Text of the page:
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March 16, 1993

LAWRENCE OTWAY, TRUDY RUDNICK, JONATHAN HUTSON, and JOHN CAREY, petitioning on behalf of themselves and all others similarly situated, Petitioners,
THE CITY OF NEW YORK, RAYMOND KELLY, as Police Commissioner, and EMILY LLOYD, as Sanitation Commissioner of said City of New York, and RUTH W. MESSINGER, as President of the Borough of Manhattan, Respondents.


The opinion of the court was delivered by: KEVIN THOMAS DUFFY


 This is the next chapter of the seemingly never ending litigious saga of the New York St. Patrick's Day Parade. After the filing of my decision of February 26, 1993 in which I ordered that the city respondents issue a St. Patrick's Day parade permit to the Ancient Order of Hibernians, New York County Board of Ancient Order of Hibernians v. Dinkins et al., 93 Civ. 0281 (S.D.N.Y. 1993), the petitioners in the instant case brought this Article 78 proceeding (in the nature of prohibition and mandamus) seeking the relief by way of an order to the City of New York prohibiting:

(1) The St. Patrick's Day Parade to utilize Fifth Avenue or any City thoroughfare; (2) the utilization or employment of any of its personnel in connection therewith; and (3) the utilization of any public funds in connection therewith.

 Verified Petition at 10.

 Procedural History of This Case

 Certain procedural matters must be addressed before I can turn to the merits of this case. The matter was instituted by the filing of a Verified Petition under Article 78 in New York State Supreme Court, New York County and the issuance of an Order to Show Cause as to why the petition should not be granted. This filing occurred on March 10, 1993. On March 11, 1993, The City of New York and the municipal respondents removed this Article 78 proceeding to this court and filed answering affidavits. (These answering affidavits are the "Answer or Responsive Pleading" in an Article 78 Proceeding).

 Discovering that the matter had been removed to this court, counsel to the petitioners sought to withdraw and abandon all claims except those filed under the State Constitution by the filing in the state court of an "Amended Complaint." Apparently petitioners' counsel did not realize that jurisdiction over this matter rested solely in the federal courts upon the filing of the petition of removal, and can only be restored to the state court by an order of remand. See 28 U.S.C. § 1446(e); United States ex. rel. Echevarria v. Silberglitt, 441. F.2d 225 (2d Cir. 1971); National S.S. Co. v. Tugman, 106. U.S. 118, 122 (1882). Accordingly, the "amended complaint" was not filed in federal court.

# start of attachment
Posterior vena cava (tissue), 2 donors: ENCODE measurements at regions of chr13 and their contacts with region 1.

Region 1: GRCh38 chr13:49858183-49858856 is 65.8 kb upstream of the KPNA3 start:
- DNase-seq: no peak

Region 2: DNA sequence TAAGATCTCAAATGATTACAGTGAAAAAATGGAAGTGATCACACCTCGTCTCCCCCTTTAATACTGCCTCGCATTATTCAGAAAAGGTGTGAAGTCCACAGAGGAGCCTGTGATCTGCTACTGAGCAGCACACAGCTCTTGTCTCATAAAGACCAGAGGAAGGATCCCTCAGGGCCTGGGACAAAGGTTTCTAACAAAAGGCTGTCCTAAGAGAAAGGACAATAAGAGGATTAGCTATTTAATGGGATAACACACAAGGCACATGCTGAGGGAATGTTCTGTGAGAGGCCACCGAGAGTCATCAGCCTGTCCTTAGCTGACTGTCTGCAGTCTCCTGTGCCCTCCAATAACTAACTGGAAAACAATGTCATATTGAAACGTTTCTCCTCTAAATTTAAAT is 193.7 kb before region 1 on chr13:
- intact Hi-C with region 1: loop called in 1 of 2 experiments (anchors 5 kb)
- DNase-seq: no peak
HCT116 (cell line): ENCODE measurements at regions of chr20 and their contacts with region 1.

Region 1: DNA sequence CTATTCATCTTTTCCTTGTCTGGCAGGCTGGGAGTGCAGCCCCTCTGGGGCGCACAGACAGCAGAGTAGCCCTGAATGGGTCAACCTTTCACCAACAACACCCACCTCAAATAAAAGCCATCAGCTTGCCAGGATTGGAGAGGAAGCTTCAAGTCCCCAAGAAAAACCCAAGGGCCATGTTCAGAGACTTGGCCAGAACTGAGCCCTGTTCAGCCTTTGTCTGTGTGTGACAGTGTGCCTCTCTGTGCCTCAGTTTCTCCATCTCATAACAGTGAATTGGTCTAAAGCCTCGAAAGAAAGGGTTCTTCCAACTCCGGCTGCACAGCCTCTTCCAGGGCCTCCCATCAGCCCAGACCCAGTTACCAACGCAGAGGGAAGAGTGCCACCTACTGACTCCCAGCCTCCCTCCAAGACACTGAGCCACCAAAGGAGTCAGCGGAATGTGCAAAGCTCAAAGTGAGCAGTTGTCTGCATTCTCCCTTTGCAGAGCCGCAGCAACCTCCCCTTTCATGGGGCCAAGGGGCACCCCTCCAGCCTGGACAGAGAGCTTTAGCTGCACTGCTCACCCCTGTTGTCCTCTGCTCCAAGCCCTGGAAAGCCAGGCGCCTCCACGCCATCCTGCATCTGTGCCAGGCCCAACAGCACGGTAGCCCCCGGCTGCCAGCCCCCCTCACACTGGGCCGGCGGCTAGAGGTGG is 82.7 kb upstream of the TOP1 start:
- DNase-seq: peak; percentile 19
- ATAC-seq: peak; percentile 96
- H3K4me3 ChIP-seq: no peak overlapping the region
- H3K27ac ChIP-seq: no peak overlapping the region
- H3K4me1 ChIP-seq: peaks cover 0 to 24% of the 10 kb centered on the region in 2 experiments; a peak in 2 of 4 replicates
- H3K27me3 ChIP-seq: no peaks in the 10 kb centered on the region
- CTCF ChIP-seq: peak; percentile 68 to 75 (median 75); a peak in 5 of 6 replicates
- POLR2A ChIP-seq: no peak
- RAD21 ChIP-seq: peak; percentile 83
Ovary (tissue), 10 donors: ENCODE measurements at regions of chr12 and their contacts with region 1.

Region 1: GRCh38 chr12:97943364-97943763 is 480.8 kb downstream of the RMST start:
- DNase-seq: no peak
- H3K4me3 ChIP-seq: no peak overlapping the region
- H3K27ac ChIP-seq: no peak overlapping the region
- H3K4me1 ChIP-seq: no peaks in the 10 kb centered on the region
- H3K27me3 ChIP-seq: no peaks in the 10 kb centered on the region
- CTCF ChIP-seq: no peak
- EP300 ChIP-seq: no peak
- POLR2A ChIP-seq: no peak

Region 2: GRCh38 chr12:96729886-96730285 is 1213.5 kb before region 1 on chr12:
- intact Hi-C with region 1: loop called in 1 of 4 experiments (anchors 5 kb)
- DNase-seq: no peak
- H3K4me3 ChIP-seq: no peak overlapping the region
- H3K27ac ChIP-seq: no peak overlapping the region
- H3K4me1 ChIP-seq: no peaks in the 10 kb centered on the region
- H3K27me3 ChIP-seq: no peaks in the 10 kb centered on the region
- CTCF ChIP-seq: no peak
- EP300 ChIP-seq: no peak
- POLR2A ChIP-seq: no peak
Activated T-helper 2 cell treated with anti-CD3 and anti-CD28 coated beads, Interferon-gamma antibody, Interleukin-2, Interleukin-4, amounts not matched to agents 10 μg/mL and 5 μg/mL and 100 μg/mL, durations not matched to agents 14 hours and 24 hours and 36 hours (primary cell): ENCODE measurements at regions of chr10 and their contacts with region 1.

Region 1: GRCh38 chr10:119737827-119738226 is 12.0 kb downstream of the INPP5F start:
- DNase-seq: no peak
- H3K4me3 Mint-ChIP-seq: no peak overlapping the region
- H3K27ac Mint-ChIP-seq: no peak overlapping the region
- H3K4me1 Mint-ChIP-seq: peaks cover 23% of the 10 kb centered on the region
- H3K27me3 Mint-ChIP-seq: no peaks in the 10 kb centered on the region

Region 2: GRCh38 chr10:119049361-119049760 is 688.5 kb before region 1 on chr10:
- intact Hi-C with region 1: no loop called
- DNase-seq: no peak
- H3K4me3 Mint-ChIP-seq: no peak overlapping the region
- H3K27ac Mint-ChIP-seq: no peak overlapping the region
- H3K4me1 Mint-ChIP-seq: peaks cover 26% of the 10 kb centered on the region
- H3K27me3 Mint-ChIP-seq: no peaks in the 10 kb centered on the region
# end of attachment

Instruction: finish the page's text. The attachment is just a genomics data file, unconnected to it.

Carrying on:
At argument, counsel for the petitioners also conceded that the city treasury would expend no monies on the St. Patrick's Day Parade, except for police functions and the Sanitation Department clean up during and after the Parade. It was also clear that these services are the same as those provided for any other parade. Other assertions of the Verified Petition are similarly false.

 The Merits of Petitioners' Claims

 The Verified Petition herein quotes extensively (but selectively) from the opinion of this court filed on February 26, 1993, and from certain other documents filed in the County AOH v. Dinkins, supra, action. Some of these quotes are taken totally out of context for the purpose of asserting that permitting the AOH to have its St. Patrick's Day Parade amounts to a prohibited "establishment of a religion" in violation of the First Amendment of the United States Constitution as well as Article 1, Section 3 of the State Constitution. It is assumed that the reader is totally familiar with my opinion in County AOH v. Dinkins, supra, and my holding that a parade such as the St. Patrick's Day Parade is an exercise in "free speech" as guaranteed by the United States Constitution.

 Thus, the short answer to the arguments of petitioners' counsel is merely to point out that what is sought by this action is to deny "free speech" to anyone who may seek to express religious views. When asked to define "religious" or "religion" at argument, petitioners' counsel suggested such an expansive definition that for example, it included even the Old Russian Communist Party which set out to destroy all religion. See Transcript, Oral Argument held Mar. 15, 1993 ("Tr."), at 21-22. Even Nihilism can be viewed as a "religion". If the position advocated by the petitioners were the law, then truly there would be no such thing as "free speech".

 It is somewhat amazing that those who loudly claim to be liberal and espouse the cause of "freedom of speech" would undermine that very freedom when they disagree with the message spoken by others. This Court, however, must uphold the Constitution ...

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